Former Trump campaign aide Sam Nunberg arrived at District Court in Washington, DC, Friday morning, where he is expected to deliver federal grand jury testimony as part of special counsel Robert Mueller's investigation.
Nunberg is the first recognizable Trump campaign affiliate to appear at a hearing related to Mueller's investigation into Russian meddling in the 2016 election by walking through the main entrance of the federal courthouse and heading to the grand jury area. Other witnesses have presumably testified before Mueller's grand jury since it started meeting last July, but none have made as public an appearance.
Nunberg did not speak to the press outside the courthouse or on his way into the grand jury area Friday morning. He was accompanied by his lawyer, and a court marshal led them into the grand jury area at 9:30 a.m. ET.
Nunberg brazenly declared earlier this week that he planned to defy a federal subpoena compelling his testimony, but he later backed down, pledging to CNN on Tuesday that he was "going to cooperate with whatever they want."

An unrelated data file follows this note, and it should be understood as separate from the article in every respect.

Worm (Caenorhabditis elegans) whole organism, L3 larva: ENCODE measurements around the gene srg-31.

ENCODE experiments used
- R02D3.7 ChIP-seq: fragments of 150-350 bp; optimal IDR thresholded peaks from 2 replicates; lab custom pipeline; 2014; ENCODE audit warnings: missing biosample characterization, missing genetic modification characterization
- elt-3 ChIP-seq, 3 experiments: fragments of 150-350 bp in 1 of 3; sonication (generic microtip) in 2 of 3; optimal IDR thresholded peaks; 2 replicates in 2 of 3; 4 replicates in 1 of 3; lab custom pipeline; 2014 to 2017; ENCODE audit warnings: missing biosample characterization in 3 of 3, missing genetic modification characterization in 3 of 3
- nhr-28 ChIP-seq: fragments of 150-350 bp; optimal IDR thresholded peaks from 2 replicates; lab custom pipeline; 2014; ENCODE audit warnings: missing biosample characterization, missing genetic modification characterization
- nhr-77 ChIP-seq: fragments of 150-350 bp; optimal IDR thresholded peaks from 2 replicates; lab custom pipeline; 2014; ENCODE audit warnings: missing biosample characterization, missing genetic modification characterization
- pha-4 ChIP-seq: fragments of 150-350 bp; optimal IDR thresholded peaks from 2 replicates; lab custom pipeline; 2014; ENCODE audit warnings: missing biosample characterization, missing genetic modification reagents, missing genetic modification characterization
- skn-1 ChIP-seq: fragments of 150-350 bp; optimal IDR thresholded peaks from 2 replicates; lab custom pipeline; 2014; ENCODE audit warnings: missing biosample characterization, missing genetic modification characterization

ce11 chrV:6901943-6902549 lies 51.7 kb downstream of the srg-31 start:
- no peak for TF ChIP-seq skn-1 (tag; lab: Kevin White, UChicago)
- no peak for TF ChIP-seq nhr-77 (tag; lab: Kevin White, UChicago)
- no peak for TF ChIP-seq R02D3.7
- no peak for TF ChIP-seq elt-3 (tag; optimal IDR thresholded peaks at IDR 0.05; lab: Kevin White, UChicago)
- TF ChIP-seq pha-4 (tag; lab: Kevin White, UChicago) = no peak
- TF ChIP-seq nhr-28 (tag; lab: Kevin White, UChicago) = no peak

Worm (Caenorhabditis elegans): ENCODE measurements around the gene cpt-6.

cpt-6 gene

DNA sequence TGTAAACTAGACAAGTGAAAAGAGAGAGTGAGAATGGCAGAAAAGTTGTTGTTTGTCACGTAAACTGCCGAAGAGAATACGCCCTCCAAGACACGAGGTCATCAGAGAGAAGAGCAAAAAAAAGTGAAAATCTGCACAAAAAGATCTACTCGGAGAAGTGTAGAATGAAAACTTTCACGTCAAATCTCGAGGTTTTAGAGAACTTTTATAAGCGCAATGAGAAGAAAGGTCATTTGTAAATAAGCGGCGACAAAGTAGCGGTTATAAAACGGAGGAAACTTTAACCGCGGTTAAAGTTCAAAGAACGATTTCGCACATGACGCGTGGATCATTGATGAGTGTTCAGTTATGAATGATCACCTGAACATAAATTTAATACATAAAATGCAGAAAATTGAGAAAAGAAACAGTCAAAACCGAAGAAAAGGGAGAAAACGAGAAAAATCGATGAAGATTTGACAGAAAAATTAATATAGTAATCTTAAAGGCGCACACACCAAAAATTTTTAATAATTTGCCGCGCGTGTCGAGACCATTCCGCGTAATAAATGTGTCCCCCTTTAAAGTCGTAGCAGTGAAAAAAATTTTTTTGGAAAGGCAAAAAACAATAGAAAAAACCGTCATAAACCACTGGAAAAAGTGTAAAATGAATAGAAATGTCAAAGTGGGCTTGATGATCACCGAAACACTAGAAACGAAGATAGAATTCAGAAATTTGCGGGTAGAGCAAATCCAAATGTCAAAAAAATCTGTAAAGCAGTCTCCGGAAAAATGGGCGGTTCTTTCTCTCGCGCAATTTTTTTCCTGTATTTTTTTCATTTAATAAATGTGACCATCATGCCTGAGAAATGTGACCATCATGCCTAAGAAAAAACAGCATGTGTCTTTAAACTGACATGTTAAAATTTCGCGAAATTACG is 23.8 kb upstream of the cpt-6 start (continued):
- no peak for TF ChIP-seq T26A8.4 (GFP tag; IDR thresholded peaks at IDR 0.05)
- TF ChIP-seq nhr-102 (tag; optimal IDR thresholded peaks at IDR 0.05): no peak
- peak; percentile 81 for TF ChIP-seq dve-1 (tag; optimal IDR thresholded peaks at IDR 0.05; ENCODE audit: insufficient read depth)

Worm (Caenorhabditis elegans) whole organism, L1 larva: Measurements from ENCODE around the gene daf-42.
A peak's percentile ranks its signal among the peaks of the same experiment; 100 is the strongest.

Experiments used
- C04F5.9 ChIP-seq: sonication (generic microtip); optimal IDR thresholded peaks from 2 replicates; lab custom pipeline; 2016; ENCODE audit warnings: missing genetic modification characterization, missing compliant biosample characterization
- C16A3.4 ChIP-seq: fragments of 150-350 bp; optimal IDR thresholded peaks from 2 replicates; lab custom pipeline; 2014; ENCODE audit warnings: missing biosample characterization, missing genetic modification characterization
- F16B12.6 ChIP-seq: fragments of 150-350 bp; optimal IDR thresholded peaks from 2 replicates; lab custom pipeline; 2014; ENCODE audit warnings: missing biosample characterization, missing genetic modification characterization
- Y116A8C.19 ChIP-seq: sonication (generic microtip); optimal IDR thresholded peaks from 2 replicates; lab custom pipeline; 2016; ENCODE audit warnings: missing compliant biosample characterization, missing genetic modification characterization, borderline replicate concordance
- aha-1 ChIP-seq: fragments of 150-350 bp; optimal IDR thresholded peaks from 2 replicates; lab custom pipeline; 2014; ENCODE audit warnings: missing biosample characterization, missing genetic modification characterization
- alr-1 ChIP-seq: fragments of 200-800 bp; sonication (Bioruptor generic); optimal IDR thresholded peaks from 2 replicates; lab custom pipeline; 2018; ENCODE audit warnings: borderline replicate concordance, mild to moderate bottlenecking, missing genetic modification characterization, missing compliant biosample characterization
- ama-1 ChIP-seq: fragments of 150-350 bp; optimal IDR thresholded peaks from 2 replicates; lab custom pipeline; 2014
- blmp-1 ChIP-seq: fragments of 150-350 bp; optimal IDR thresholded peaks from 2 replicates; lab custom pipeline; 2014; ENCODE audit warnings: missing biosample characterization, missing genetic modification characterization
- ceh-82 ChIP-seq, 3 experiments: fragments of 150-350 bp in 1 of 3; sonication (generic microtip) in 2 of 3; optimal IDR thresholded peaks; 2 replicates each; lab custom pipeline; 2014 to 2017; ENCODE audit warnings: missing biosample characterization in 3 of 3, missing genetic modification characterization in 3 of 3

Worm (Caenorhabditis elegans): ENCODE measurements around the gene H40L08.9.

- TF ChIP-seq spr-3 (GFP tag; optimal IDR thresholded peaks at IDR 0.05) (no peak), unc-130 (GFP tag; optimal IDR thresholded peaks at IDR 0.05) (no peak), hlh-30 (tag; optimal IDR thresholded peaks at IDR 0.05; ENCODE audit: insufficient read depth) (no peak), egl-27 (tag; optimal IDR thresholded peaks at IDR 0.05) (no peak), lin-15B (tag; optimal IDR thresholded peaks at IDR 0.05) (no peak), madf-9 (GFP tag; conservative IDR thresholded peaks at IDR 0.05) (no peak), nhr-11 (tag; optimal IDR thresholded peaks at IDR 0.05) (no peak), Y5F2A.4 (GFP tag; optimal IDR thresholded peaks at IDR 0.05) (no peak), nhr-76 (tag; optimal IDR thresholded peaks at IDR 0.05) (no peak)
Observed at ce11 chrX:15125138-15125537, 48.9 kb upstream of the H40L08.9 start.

Nunberg was fired from the Trump campaign in August 2015 after a series of racist Facebook posts came to light.
He said Monday that he was refusing to cooperate with the subpoena because he believes investigators are trying to get him to impugn controversial Trump ally Roger Stone, who Nunberg called his mentor.
"They want me to say that Roger was going around telling people he was colluding with (WikiLeaks founder) Julian Assange," Nunberg said Monday.
Stone denied wrongdoing in a statement provided to CNN.
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